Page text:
Iowa Gov. Kim Reynolds today announced that she has accepted the FirstNet deployment plan for her state, making Iowa the fifth state to “opt-in” to the plan for a nationwide public-safety broadband network (NPSBN), which will be built, maintained and upgraded by AT&T during the next 25 years.

During a press conference today, Reynolds noted that the Iowa Statewide Interoperability Communications Systems Board (ISICSB) unanimously recommended acceptance of the FirstNet state plan after conducting outreach efforts in all 99 counties in Iowa.

“I appreciate the due diligence that was put into place. I appreciate the outreach to meet the expectations of Iowa,” Reynolds said during the press conference, which was webcast. “Now, these are state-specific recommendations—so … it’s different in the different states. I appreciate the specifics applied to Iowa and feel very comfortable in my decision to opt-in.”

Reynolds has been Iowa’s governor for two months, assuming the position when former Gov. Terry Branstad was named U.S. Ambassador to China on May 24. Prior to becoming governor, Reynolds served as Iowa’s lieutenant governor for six years.

FirstNet President TJ Kennedy said that existing LMR mission-critical-voice systems and FirstNet’s wireless broadband system “will work synergistically together” for first responders.

In addition, Kennedy reiterated that Iowa public-safety personnel subscribing to FirstNet would be given priority access across AT&T’s commercial network immediately in comparison to typical consumer access, with preemptive access to be implemented by the end of the year. Kennedy noted that one exception to these preferred access models would be that citizen calls to 911 also would be prioritized.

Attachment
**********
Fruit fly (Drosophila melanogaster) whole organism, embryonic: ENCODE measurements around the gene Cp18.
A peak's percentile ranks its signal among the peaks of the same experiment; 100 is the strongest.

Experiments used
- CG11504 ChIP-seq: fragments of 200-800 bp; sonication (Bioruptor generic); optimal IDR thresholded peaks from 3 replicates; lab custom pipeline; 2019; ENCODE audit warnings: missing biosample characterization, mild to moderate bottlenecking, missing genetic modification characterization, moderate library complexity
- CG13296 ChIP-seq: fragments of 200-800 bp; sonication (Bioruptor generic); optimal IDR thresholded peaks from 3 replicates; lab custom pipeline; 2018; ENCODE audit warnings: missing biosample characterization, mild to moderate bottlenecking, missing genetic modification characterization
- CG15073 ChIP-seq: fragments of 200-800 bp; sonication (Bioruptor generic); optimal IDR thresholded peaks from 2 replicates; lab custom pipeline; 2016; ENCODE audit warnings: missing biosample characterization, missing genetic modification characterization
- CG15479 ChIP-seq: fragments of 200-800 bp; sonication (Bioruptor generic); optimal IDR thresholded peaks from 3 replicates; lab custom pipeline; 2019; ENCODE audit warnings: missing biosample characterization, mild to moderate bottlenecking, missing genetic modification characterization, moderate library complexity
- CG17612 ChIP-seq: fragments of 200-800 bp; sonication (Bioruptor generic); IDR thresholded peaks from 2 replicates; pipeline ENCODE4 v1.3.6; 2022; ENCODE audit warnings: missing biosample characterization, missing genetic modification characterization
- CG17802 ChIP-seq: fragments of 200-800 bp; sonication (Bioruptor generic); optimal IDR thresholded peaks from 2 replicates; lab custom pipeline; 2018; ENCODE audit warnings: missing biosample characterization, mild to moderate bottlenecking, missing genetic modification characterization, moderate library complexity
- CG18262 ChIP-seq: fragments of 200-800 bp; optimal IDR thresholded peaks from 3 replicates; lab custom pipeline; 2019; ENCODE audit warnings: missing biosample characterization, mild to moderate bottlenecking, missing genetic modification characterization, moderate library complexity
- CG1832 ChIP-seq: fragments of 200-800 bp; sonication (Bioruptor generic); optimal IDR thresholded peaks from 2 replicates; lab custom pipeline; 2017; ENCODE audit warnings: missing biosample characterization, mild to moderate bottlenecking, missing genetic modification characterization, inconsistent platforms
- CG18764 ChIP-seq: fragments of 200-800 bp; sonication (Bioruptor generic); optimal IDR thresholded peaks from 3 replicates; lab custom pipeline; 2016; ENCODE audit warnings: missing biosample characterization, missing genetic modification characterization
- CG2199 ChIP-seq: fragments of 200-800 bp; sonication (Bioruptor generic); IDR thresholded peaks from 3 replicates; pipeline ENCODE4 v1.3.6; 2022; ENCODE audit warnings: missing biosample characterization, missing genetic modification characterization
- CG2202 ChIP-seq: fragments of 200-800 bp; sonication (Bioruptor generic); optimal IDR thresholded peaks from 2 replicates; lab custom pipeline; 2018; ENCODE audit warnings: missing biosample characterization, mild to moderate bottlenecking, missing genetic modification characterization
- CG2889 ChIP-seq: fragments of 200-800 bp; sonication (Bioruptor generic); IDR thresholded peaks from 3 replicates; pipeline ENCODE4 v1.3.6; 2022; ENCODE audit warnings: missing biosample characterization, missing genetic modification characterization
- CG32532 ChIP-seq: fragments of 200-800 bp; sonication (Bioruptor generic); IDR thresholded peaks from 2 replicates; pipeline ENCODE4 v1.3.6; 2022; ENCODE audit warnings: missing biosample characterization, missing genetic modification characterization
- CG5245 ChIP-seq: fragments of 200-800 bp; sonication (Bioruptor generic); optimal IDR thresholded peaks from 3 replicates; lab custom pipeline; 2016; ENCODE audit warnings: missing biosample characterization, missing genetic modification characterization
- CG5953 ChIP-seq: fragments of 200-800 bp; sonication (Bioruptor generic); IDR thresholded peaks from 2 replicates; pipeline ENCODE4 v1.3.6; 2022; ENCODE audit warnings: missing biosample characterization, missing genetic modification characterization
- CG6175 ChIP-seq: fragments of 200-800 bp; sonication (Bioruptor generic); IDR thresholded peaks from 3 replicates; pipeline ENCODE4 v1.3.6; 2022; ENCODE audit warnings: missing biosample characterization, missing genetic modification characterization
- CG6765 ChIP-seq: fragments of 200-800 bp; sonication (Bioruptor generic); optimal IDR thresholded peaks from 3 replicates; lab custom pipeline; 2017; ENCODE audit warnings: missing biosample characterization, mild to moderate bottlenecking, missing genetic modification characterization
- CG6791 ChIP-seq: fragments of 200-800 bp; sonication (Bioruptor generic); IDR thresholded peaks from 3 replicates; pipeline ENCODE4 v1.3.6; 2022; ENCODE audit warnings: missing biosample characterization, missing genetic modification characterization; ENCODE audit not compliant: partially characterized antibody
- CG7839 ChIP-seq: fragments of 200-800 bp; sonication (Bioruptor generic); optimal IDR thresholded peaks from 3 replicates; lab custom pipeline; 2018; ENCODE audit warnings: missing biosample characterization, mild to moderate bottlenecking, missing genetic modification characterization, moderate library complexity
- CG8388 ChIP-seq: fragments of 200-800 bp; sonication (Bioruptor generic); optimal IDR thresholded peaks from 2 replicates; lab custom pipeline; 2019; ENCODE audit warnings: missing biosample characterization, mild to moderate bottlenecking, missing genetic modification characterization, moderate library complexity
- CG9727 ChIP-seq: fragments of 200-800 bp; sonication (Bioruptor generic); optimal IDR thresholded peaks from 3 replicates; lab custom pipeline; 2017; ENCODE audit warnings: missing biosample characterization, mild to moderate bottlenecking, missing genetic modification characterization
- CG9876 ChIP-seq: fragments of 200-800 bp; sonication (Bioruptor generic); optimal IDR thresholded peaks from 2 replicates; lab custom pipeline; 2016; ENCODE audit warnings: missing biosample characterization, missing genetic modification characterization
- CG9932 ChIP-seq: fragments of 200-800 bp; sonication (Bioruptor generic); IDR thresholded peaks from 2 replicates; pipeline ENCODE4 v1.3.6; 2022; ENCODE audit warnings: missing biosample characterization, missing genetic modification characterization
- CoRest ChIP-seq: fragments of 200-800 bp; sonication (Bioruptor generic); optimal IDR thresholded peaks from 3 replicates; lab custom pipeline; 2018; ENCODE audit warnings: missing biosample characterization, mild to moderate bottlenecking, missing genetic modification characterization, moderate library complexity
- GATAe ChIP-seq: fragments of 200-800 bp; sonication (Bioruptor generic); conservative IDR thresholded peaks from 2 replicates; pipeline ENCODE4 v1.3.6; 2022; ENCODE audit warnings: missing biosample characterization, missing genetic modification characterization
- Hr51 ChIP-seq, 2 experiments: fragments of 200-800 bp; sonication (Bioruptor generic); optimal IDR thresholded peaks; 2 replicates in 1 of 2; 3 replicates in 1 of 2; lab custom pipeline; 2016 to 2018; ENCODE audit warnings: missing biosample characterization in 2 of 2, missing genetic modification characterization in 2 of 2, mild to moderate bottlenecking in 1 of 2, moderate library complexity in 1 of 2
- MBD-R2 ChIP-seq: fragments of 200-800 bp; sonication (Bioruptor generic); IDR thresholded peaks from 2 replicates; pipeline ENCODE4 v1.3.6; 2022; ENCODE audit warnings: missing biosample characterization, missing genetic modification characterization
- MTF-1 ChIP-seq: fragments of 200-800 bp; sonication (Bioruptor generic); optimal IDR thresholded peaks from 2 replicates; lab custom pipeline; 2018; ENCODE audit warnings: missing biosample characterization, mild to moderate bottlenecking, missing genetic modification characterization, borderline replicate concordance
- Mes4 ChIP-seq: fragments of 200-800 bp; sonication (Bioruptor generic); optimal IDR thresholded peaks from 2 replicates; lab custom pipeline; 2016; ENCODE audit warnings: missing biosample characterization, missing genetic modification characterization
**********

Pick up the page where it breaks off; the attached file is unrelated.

A press release issued by the state of Iowa  notes that Reynolds’ “opt-in” decision is expected to help accelerate the deployment of broadband coverage for both public-safety users and consumers in rural areas of the state.

“The FirstNet network will not only strengthen and modernize public safety communications in our state, but also bring much needed investment to our communications infrastructure,” Gov. Reynolds said in a prepared statement. “The network builds on AT&T’s existing footprint to expand coverage and capacity. AT&T has invested nearly $150 million in its Iowa network infrastructure over the past three years.

“By partnering with FirstNet, we will be able to expand coverage for first responders. As a result, this will also help expand coverage for rural Iowans, providing access to a reliable, high speed wireless connection in areas with little or no connectivity today.”

Under the law that created FirstNet, governors can “opt-in,” or accept the FirstNet state plan—either with formal action or by taking no action at all—or decide to pursue the “opt-out” alternative, which would make the state responsible for deploying the LTE radio access network (RAN) within its borders.

FirstNet released its initial state plans on June 19 and made them actionable, so governors would have the opportunity to “opt-in” to FirstNet prior to the final state plans. Reynolds’ decision today means Iowa is the fifth state to accept the FirstNet state plan. Last week, governors in the states of Virginia, Wyoming, Arkansas and Kentucky announced their “opt-in” decisions.

AT&T officials have stated that deployment of LTE on FirstNet’s 700 MHz Band 14 spectrum could begin as early as this year in certain parts of the country.